Lens Focal Length: What to Use When

A sometimes overlooked, but major factor of composition is your choice of lens focal length. DSLRs and pro video cameras have removable lenses and can accept prime (fixed focal length) lenses, while other video cameras have a zoom lens permanently affixed to the camera. To adjust focal length on any zoom lens you simply zoom in or out to wide, normal, or telephoto lengths. In the footage below, the model stood in the same spot while I adjusted a fixed zoom lens, then moved the camera forward or backward to maintain the same subject framing.


Zoom Technique: Zoom lens to midpoint

Prime Lens Equivalent: 50 mm

  • Both foreground and background remain in focus
  • Most resembles the eye’s natural perspective

Telephoto Lens                                                                                                                                                                                                                                                         

Zoom Technique: Zoom fully in

Prime Lens Equivalent: 70 mm

  • Background soft-focused
  • Much less of the background is visible
  • Distant objects appear closer and more compressed

Wide-Angle Lens                                                                                                                                                                                                                                           

Zoom Technique: Zoom fully out

Prime Lens Equivalent: 14 mm

  • Objects close to lens are distorted
  • Distance greatly exaggerated
  • Much more background is visible
  • Background objects shrink in size

Which Focal Length to Use for Which Shot?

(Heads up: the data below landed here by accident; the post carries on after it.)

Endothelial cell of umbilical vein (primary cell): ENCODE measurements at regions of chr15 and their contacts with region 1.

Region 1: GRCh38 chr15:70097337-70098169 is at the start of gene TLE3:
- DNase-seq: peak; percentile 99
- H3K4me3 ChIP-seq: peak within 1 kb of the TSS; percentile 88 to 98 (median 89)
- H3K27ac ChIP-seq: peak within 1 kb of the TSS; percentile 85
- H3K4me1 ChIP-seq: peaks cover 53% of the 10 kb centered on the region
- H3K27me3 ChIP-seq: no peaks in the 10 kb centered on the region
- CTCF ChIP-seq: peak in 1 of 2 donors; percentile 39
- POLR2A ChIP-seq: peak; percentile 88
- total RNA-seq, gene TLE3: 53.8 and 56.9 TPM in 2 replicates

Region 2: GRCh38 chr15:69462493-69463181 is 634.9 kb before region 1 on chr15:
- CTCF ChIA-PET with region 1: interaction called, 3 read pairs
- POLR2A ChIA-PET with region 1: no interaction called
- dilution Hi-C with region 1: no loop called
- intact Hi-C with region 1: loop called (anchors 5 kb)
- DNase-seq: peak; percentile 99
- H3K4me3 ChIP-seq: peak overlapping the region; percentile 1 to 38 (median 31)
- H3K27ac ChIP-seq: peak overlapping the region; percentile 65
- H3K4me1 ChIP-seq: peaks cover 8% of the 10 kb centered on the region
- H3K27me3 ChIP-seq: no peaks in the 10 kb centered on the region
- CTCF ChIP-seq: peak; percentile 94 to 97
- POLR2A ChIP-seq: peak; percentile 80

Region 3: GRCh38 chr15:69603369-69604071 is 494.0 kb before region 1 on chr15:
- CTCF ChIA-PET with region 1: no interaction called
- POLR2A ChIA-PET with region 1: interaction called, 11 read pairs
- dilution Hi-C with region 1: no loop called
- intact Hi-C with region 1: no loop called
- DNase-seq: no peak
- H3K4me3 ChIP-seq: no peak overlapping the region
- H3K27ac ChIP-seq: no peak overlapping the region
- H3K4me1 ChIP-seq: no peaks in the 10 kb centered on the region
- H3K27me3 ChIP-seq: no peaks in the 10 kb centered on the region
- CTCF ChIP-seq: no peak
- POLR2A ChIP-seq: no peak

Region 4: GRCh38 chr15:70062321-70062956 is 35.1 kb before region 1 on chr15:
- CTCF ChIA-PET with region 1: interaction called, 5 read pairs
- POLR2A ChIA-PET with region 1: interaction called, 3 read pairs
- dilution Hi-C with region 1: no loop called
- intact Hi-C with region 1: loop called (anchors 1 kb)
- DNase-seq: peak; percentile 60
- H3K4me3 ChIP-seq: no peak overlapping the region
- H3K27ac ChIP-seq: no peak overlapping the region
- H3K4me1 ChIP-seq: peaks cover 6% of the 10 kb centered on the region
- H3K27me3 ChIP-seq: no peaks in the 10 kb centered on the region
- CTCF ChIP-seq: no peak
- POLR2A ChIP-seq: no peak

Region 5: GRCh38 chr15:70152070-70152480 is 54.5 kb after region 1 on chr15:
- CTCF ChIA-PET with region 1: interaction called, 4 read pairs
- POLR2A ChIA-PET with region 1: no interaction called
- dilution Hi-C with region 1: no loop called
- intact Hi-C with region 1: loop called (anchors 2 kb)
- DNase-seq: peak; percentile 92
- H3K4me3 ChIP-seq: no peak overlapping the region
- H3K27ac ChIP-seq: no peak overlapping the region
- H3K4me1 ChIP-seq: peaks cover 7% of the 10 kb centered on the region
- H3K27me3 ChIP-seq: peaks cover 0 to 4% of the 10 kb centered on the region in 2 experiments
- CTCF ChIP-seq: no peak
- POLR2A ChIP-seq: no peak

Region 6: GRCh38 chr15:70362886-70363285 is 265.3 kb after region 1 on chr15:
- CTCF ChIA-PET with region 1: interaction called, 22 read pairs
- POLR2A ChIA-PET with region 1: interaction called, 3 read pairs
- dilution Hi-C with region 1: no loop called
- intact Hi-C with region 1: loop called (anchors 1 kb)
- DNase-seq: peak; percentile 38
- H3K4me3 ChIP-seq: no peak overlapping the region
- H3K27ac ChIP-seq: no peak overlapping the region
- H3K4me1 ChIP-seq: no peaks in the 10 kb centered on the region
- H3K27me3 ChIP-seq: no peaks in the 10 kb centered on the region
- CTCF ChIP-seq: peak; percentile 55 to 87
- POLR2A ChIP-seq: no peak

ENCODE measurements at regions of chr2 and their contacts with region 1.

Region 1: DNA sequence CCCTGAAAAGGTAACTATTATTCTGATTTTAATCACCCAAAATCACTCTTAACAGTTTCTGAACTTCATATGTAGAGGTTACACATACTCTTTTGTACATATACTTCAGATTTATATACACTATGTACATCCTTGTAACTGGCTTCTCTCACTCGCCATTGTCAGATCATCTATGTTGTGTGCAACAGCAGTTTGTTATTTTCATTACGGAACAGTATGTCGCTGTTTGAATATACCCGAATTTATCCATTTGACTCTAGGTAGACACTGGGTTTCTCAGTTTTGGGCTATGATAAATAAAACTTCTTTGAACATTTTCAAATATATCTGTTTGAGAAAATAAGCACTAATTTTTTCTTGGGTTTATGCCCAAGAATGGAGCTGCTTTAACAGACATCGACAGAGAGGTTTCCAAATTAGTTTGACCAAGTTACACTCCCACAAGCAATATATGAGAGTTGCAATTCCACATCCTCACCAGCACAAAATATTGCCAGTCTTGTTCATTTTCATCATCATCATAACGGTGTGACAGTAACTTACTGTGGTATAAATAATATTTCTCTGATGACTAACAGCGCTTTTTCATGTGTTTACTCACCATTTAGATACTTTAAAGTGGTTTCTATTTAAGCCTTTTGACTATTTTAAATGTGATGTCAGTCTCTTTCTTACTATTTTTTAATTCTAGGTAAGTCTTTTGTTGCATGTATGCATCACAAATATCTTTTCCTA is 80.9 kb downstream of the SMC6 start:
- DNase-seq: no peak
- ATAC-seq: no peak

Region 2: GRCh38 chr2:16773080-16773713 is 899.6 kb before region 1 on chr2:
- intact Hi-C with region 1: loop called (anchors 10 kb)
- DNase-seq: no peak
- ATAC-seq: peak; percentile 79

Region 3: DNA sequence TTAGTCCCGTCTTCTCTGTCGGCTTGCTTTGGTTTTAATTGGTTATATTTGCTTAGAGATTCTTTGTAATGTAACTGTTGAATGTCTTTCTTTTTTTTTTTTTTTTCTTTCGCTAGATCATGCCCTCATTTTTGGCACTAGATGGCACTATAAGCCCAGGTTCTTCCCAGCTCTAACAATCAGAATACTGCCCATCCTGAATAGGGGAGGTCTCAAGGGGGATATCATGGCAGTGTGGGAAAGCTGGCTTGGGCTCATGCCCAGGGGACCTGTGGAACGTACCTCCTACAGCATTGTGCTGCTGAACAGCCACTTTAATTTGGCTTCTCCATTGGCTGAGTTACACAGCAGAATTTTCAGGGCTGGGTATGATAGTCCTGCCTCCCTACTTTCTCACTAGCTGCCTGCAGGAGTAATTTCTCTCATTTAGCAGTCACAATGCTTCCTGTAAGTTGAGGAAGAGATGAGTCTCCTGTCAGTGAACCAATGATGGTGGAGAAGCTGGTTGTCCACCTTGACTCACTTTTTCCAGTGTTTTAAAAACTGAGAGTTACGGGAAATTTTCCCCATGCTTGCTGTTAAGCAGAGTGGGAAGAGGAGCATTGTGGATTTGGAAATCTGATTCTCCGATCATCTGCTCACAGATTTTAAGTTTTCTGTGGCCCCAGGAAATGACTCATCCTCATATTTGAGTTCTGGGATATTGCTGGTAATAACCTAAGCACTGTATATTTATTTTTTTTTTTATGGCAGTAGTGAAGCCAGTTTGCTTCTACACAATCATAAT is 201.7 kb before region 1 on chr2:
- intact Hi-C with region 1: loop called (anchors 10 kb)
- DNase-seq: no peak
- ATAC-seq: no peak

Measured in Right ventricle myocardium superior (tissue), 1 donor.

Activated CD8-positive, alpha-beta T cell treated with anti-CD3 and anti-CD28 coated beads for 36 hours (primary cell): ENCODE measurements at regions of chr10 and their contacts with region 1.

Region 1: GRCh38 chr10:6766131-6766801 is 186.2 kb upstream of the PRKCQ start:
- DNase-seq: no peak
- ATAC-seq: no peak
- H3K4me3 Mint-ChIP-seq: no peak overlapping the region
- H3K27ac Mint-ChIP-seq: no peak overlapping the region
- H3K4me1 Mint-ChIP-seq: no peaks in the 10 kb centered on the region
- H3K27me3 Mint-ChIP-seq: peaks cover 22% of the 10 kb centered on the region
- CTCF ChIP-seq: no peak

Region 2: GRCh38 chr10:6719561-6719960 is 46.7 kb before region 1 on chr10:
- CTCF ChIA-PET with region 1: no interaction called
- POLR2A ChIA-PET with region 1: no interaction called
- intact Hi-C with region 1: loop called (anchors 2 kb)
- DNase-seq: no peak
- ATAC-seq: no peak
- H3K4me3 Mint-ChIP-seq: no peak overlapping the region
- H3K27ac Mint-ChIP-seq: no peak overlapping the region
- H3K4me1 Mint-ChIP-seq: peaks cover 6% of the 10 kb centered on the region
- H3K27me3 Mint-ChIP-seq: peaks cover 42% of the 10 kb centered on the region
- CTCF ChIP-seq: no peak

There’s no straight answer to this question, because it partly depends on your particular shooting situation as well as what you wanna show and how you want to show it. Want to show that a downtown street is really crowded? Break out the telephoto lens and compress that mass of humanity for the audience. Need to cover a convo of two subjects in the front seat of a moving car? Better have a wide angle lens in your kit. Gotta cover a short one-time-only event? No time to be switching up lenses during a firefight! Use a zoom lens to get full coverage with close-ups, mediums, and wide shots in three minutes flat.




Your choice of focal length is as much a creative choice as your framing or location. You can make the same street seem congested and teaming with cars or desolate and empty. The above shots were all taken during a one-minute period shooting the same group of cars coming down the street from the same camera position. However, notice the dramatic difference in the images and the way that distant and foreground objects are portrayed at each focal length.

Normal Lens

Wide Lens

If you know you’ll be shooting in tight quarters like cars, small rooms, or just a packed crowd, a wide lens is a must.

Excerpt from The Shut Up and Shoot Documentary Guide: A Down & Dirty DV Production, 2nd Edition by Anthony Q. Artis © 2014 Taylor and Francis Group. All Rights Reserved.

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